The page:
How Craft Beer is Finding Its Place at the Tasting Table

by juli boggs

Hello again, world! This summer I had the pleasure of working with Edible Sacramento magazine to do a piece on some local food-stars in Sacramento called Community Tap & Table. The organization is run by Emily Baime Michaels and her husband Darin who teach cooking classes with beer pairings out of their home. They recently came out with a cookbook about food and beer called A Year In Food and Beer which I highly recommend. Read on to see the article and learn more about CT&T as well as how to hold a proper beer tasting party for the holidays.

A salty hot afternoon of sunburns and beach volleyball? There’s a beer for that.

Sweatshirt clad in the Sierras gathered around a crackling winter fire? There’s a beer for that too.

In fact, since the number of craft breweries began springing up  a few years ago, there’s a craft beer for just about any situation you can imagine, and that goes for food too. Where once wine and cheese pairings were the only coupling to be found, more and more restaurants and connoisseurs are enjoying the flexibility and variety that beer offers to complement everything from steak and seafood to roasted veggies and sweet desserts.

Emily Baime Michaels and her husband, Darin Michaels, are two Sacramento locals reaching for a local brew over a glass of wine with their home-based organization Community Tap and Table—a self-described cooking, eating and drinking hub. The two didn’t meet over drinks, but it wasn’t long before their common interests and respective backgrounds—Emily with her love of cooking and Darin as a beer distributor—resulted in a project where they could share their interests and meet other likeminded eaters along the way.

Several years ago, Emily had taken a class with Georgeanne Brennan in Winters, “where you would come up to the farm and go to the Davis farmers market and shop for ingredients and go back to the farm and cook….” Emily’s idea was to offer a similar style of locally sourced ingredients for cooking classes and include wine pairings, but Darin had a different idea for which their endeavor is now known: beer pairings.

In the beginning Emily and Darin were holding six to 10 events a month, teaching everything from how to cure your own artisan bacon to making chèvre from fresh goat’s milk, but eventually scaled back the offerings to make room for their day jobs. The result was enough time to research and write what is now a compendium of their favorite recipes, A Year in Food and Beer. The book comes complete with unique, seasonal recipes and beer pairing notes, along with everything a consumer needs to know about beer tasting vocabulary and stemware to proper serving techniques and how to pair the right beer with recipes of your own.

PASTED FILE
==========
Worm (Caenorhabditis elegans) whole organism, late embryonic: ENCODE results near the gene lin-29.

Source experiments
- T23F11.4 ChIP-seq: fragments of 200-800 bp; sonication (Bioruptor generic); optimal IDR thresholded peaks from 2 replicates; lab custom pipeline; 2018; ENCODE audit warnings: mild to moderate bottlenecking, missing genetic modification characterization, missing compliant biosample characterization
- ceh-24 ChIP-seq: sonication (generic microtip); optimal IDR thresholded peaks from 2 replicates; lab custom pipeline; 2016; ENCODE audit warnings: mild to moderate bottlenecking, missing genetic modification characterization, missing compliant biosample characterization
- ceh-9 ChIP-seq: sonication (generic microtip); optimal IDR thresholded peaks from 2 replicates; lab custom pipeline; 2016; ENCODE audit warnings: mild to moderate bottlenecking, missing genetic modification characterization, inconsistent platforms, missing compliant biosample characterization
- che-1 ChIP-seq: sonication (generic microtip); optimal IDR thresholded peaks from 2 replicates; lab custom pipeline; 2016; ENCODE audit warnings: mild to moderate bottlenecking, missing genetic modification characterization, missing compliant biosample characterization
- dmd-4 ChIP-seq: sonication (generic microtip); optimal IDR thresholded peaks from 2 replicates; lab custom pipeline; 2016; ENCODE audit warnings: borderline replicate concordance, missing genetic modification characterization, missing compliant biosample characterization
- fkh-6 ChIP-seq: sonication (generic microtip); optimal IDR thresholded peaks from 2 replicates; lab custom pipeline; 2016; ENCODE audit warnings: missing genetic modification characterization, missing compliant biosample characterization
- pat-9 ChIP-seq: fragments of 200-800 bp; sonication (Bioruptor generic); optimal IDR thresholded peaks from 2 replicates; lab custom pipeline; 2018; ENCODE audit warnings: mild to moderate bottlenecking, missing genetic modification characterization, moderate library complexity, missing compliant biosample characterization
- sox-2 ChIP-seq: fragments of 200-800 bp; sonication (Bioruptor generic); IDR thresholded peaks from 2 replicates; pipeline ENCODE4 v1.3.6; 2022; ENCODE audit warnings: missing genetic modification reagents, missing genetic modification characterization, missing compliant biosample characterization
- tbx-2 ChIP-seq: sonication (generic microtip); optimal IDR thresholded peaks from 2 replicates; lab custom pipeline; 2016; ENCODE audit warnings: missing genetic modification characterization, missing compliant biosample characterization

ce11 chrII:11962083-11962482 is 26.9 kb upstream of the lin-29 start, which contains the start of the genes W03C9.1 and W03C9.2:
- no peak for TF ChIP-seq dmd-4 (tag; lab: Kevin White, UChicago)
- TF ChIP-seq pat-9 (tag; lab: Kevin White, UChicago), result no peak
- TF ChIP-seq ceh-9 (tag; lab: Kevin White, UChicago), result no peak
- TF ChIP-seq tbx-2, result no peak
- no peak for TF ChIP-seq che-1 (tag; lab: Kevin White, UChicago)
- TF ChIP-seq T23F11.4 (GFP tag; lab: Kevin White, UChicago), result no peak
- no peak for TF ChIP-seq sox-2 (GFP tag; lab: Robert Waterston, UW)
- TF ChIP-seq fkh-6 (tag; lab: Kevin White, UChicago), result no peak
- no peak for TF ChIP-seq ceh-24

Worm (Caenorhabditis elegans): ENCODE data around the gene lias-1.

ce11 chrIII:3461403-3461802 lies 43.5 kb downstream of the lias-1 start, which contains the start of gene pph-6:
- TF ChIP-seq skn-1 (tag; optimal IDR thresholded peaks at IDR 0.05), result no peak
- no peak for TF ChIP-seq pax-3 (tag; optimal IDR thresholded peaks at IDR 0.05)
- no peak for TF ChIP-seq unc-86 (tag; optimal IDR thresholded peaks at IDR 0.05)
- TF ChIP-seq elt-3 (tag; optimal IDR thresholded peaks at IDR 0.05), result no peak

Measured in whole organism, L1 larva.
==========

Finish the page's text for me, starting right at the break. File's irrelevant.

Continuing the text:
Though the Community Tap and Table schedule has become more manageable in recent times—“it’s minimal compared with what it was before,” Emily says—they still look forward to their most popular yearly event, the 12 Beers of Christmas. As Emily tells it, 12 Beers is their holiday party gone wild, with guests crammed into the kitchen whipping up 12 different courses like barbecued oysters, pomegranate polenta and rosewater pavlova while Darin distributes the corresponding brews from his post at the beer fridge.

Though the days of the keg and Solo cups are gone and done for,

the brew-centric party model remains a great way to explore new flavors or introduce less experienced friends and family to some of your favorites. The Michaels have some easy pointers for hosting a beer-tasting party, noting that it’s not so important to have a particular type of glass for every style of beer offered, as this likely means renting glassware and washing lots of dishes. Instead, opt for service in tulip glasses, the best compromise that allows the aroma of the beer to reach your nose instead of “escaping” straight out the top of ye olde quotidian pint glass.

When serving beers, place them at separate stations, the bottles in ice buckets, and allow guests to help themselves in an established order from the lowest-bitterness (IBU) beer to highest. Provide a pitcher of cold water to be poured into glassware between tastes with a bucket for the rinse water. Put some tasting notes about the beers alongside each table to help your guests discover and describe what it is they’re tasting. Take it even further by masking the bottles in bags for a “blind taste.” Those guests who thought they’d never touch anything but pilsner may find a brown ale to their liking after all.

By the numbers, plan for each guest to try three to four ounces of each beer, and that four to eight beers will be available. A 12-ounce bottle will provide three tastes, and a 22-ounce bottle will offer six tastes. You may also want to provide a low-alcohol option for those guests interested in a full pint of something that won’t leave them too tipsy to enjoy themselves.

When it comes to the final washing up, forego the dish soap. “Aside from maybe a lipstick smudge, there’s nothing in a beer glass that needs that kind of washing,” Darin says, noting that any soapy residue in a glass will affect the drink, making the beer fall flat. Instead, rinse the glass out, give it a wipe with a glass cloth and let air dry.

These pointers and more can be found in the final chapter of A Year in Food and Beer, and while 12 beers for 12 courses in the tradition of Community Tap and Table may be a bit ambitious on your own, that’s where the beauty of beer comes in. All anyone’s going to remember is your great success.

Autumn Beers orange and gray

winter beer guide